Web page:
Each U.S. citizen has 3 elected representatives in Congress: 2 Senators in the Senate and 1 Representative in the House. To find out who your congressional representatives are, see "Congressional Directories" below.
This book is one part research studies, one part interviews and focus groups, and one part experience. It uses available research on Congress and its decision making. Dozens of elected officials, including members of Congress, and their staff agreed to off-the-record interviews and discussed the factors that contribute to their decision-making process.
- Strategies for Influencing Legislators Face-to-Face
- Best Practices for Communicating with Congress and State Legislatures
- Practical Guidance How to Prepare for and Meet with Elected Officials
- How to Write Effective Letters and Email to Members of Congress
- How to Write Persuasive Letters to the Editor that Get Published
Table of ContentsAbout This Book
Part I. How Government Really Works
Ch. 1. How Congressional Offices Work
1.1 Dominant Role of Constituents
1.2 Offices Are Like Small Businesses
1.3 Representational Work for Constituents
1.4 Legislative Work for the District, State, and Nation
Ch. 2. Congressional Culture
2.1 Working Environment of "The Last Plantation."
2.2 Congressional Hierarchy
2.3 Committees - Where the Real Work Is Done
2.4 Congressional Staff Descriptions
Ch. 3. How Legislators Make Decisions
3.3 Health (political)
Ch. 4. People Who Can (and Can't) Influence Legislators and How They Do It
4.1 Family and Friends Have the Lawmaker's Ear
4.2 Knowledgeable Acquaintances Can Make a Difference
4.3 Legislators Pay Attention to Respected Colleagues
4.4 Legislative Leaders and Arm Twisting
4.5 The Real Influence of Lobbyists
4.6 Campaign Contributor Are Less Influential Than You Think
4.7 Are Legislators Driven by Polling?
4.8 How Paid Advertising Affects Legislators' Thinking
4.9 You Are Competing with Everyone, Even Though You Don't Know It
Chart 1 - Influence Factors of Undecided Legislators
Part II. How to Influence a Legislator
Ch. 5. Strategies for Influencing Legislators
5.1 Get to Them BEFORE They Take a Stand
5.2 The Personal Story Trumps All
5.3 How to Build Long-term Relationships with Legislators
5.4 How to Leverage Your Affiliations to Magnify Your Power
5.5 How to Map Your Economic and Political Footprint
5.6 How to Influence Legislators Who Don't Represent You
5.7 How to Influence Congressional Committee Staff
Ch. 6. Face-to-Face Meetings
6.1 Tips for Meeting with Legislators or Staff
6.2 How to Influence Legislators at Town Hall Meetings
6.3 How to Turn a Chance Meeting into a Legislative Victory
6.4 Influencing Staff, and Why It's Important
Ch. 7. Communications
7.1 How to Write Letters and Email to Legislators that Influence Decision-Making
7.2 What Kind of Mail Do Lawmakers Really Read?
7.3 How One Letter Reached the Oval Office and Fed a Million People
7.4 Effective (and Ineffective) Phone Calls to Legislators
7.5 Why Petitions Usually Fail to Influence Congress
7.6 How to Write Letters to the Editor that Get Published
7.7 Thank or Spank: After-the-Vote Communications
7.8 The Magic of Combining Advocacy Tactics
A. U.S. Constitution and Amendments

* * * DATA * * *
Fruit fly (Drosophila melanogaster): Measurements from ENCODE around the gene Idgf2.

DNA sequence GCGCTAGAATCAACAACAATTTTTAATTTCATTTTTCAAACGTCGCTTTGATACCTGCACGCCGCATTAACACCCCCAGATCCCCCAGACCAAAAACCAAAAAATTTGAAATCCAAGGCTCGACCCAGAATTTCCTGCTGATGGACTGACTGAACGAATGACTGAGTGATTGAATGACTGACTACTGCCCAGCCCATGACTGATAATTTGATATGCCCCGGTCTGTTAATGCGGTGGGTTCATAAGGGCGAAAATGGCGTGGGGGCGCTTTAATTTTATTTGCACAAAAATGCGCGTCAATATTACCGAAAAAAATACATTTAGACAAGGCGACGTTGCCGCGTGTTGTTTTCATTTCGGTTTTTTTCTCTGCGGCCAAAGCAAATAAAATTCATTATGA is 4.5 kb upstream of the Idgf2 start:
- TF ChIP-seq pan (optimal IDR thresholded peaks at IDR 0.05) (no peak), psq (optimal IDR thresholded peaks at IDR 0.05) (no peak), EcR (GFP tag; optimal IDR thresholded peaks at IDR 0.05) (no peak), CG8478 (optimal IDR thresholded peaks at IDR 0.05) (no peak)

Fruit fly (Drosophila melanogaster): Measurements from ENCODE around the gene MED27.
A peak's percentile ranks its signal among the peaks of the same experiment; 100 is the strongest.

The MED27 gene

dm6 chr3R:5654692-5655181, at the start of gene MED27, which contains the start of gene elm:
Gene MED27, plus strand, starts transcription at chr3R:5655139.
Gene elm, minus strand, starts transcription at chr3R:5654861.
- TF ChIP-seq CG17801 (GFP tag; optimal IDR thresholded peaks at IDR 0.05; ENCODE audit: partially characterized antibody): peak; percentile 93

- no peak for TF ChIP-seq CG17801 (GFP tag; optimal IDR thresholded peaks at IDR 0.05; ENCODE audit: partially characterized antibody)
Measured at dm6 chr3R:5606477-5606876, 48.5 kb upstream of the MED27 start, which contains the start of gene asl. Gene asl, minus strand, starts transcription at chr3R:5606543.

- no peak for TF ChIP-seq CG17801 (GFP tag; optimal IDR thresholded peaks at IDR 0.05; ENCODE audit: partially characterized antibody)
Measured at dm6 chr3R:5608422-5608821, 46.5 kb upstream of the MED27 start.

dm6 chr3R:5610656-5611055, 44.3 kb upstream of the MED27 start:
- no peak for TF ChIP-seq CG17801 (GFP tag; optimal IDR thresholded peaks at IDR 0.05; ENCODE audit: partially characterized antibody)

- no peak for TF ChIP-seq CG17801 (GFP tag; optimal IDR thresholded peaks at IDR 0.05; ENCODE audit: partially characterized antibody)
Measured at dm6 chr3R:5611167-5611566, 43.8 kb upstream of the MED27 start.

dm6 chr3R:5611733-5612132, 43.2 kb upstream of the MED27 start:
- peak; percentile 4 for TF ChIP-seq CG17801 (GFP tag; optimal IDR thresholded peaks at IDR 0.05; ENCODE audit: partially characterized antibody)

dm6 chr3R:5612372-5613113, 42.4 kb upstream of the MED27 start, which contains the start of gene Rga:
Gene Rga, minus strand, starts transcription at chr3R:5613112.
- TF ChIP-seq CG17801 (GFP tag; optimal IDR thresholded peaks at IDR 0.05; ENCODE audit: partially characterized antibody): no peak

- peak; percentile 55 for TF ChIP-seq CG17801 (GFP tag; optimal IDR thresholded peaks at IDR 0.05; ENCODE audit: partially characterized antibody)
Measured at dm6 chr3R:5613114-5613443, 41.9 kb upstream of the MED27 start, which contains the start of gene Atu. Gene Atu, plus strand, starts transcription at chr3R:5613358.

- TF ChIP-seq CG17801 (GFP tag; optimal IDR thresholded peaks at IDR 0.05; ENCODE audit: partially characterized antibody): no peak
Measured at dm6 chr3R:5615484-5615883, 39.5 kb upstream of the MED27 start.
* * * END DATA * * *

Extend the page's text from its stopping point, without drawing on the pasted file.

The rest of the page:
B. Declaration of Independence
C. The Advocate's Pledge
D. How to Analyze a Legislator's Perception of Our Issue
E. Information about Congress and Washington, DCCapitol SwitchboardG. State and Local Resources
House of Representatives
Resources from TheCapitol.Net
Congress Seating Charts
Congressional Leadership and Committees
Current party numbers in Congress and Differences between the House and the Senate At-a-Glance
Congressional Glossary (of legislative terms)
Pay and perquisites of Members of Congress
Terms of Congress
Visiting Washington, DC page
Publications from TheCapitol.Net
Congressional Deskbook, The Practical and Comprehensive Guide to Congress, by Michael Koempel and Judy Schneider
Congressional Operations Poster
Lobbying and Advocacy, by Deanna Gelak
Persuading Congress, by Joseph Gibson
Testifying Before Congress, by William LaForge
The Federal Budget Process
Bradford Fitch is President of the Congressional Management Foundation. He is the author of Media Relations Handbook for Agencies, Associations, Nonprofits and Congress (TheCapitol.Net) and Citizen's Handbook to Influencing Elected Officials (TheCapitol.Net).
Custom On-Site Training
- Congress in a Nutshell: Understanding Congress
- Congressional Dynamics and the Legislative Process
- Capitol Hill Workshop
- Advanced Legislative Procedure
Audio CD and Print Materials Online download with MP3 audio and materials in PDF Capitol Learning Audio Courses
Capitol Learning Audio Courses are a convenient way to learn about the legislative process, federal budgeting, media relations, business etiquette, and much more. Each course is between 1/2 hour and 2 hours long, and includes the course materials.
Our Capitol Learning Audio Courses can be customized with your logo in quantities of 250 to 10,000 copies. Contact our Client Liaison for details.
- C-SPAN 1 Viewer's Guide: Making Sense of Watching the House of Representatives: Legislative Procedure, Congressional Jargon, and Floor Plan
- C-SPAN 2 Viewer's Guide: Making Sense of Watching the Senate: What's Behind the Classical Music
- What Your Member of Congress Can Do for You: Gallery Passes, Flags, Presidential Greetings, and Help with Federal Agencies
- Congressional Pay and Perks
- How to Organize a Capitol Hill Day
- How to Work the Hill Like a Pro
- Understanding the Path of Legislation
- Congressional Committees and Party Leadership: Who Controls the Congressional Agenda
- Senate Scheduling and Floor Procedures
- Senate Amendment Procedure
- House Floor Procedures
- The House Rules Committee: Gatekeeper to the Floor
- and more
Also see these related publications
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